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Another Setback For JSF

Testing Finds Flaws In F-35 Wing Structures

Just weeks after the F-35 Joint Strike Fighter got back to flight testing, a new design problem has cropped up. An aluminum beam in the wing structure has been found to be "defective," an issue that could lower the aircraft's wing life from 8,000 hours, or about 25 operational years, to just 1,200 hours, which equates to about five years of flying.

While Gizmodo reports that F-35 program spokesman Joseph DellaVedova said "This is not considered a serious issue," Michael Gilmore, the Pentagon's top testing official, told Bloomberg News that the fix will be "a difficult and complex process." And the repair will have to come out of the program's existing budget.

As those who have followed the program know, the JSF program has been plagued by cost overruns and delays. The test fleet was recently grounded due to a power supply problem, and had only just been returned to operational status. Back in January, then-defense-secretary Robert Gates had put the program on notice by imposing a two-year probation after discovering other structural flaws. Budget hawks have long viewed the program, often described as the most costly defense acquisition in history, as a tempting target. A major program review is also reportedly planned as pressure grows on Congress and the President to cut spending.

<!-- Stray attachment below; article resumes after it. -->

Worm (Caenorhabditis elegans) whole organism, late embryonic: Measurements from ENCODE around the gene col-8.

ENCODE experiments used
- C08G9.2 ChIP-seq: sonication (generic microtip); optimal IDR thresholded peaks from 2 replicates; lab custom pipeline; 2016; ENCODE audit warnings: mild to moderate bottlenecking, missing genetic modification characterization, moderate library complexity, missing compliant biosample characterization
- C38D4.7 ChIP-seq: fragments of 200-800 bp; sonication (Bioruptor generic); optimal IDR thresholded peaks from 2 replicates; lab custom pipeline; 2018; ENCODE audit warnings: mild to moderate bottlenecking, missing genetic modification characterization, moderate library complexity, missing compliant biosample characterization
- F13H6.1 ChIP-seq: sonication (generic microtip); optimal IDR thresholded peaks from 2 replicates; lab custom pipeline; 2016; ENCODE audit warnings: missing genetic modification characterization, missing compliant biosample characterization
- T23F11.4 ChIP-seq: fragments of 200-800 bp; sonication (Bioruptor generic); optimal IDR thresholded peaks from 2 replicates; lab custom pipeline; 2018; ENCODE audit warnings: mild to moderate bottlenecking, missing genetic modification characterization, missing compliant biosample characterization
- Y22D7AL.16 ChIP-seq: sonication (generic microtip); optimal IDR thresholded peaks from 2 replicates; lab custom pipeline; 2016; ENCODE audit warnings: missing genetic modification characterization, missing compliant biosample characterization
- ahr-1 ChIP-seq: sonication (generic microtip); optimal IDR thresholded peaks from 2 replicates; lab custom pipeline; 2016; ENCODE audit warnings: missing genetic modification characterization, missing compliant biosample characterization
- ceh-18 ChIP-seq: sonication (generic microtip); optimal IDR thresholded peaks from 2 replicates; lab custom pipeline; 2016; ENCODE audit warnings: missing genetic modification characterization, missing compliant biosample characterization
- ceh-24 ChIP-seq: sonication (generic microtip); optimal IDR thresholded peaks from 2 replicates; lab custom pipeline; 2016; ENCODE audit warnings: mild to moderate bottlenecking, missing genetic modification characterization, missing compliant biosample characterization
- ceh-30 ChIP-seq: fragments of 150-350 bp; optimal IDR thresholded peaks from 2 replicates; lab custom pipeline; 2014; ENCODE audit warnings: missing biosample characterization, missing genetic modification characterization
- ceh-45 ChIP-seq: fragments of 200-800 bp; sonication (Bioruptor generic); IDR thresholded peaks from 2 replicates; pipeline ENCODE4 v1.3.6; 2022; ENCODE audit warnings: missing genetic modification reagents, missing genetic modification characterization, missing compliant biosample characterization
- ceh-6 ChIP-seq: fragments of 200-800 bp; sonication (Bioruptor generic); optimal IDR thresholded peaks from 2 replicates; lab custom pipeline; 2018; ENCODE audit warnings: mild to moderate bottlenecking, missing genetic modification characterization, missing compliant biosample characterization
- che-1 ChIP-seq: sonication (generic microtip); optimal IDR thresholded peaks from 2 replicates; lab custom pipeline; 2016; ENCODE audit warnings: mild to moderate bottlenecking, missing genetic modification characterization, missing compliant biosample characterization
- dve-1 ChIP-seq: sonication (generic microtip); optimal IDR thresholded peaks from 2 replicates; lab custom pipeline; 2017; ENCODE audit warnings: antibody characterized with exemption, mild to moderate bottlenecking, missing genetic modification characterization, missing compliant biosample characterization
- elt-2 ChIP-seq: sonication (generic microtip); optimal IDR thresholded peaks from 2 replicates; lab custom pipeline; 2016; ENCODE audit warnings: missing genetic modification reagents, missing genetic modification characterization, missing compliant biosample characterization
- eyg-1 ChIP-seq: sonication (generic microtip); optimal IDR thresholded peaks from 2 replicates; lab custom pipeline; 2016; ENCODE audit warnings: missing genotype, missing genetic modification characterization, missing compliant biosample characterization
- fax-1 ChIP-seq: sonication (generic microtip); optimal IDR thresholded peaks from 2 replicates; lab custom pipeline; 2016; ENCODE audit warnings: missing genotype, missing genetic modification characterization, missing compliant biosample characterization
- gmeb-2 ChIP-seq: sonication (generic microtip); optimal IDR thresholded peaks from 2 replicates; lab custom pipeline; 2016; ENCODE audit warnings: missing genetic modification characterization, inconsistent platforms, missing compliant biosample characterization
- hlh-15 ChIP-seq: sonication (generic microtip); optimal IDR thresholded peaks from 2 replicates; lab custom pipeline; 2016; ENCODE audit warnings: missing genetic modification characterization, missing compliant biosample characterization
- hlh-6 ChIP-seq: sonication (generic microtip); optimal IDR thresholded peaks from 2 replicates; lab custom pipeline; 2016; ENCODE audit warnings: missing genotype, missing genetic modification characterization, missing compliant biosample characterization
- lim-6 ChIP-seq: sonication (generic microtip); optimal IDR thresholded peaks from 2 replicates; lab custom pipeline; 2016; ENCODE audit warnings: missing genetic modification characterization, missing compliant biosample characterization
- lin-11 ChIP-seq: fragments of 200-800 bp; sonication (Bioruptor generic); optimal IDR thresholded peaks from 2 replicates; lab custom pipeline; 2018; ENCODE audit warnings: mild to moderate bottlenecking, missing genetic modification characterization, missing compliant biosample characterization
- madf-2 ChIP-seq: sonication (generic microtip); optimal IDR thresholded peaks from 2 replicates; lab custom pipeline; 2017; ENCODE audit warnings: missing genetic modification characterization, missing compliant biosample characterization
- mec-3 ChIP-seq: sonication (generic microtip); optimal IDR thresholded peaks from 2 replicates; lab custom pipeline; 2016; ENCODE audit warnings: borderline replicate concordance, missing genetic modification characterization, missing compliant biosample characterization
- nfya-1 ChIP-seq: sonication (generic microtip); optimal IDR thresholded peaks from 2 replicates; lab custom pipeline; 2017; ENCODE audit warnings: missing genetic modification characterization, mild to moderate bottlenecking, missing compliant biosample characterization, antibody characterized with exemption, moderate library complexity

But the JSF does have its fans. Recently, Senators Jony Cornyn (R-TX) and Saxby Chamblis (R-GA) sent a very direct letter to the Pentagon, and incoming Secretary of Defense Ashton Carter, chastising the DoD for its tepid support for the program. Perhaps not surprisingly, the F-35 accounts for thousands of jobs in those two states.

FMI: www.jsf.mil

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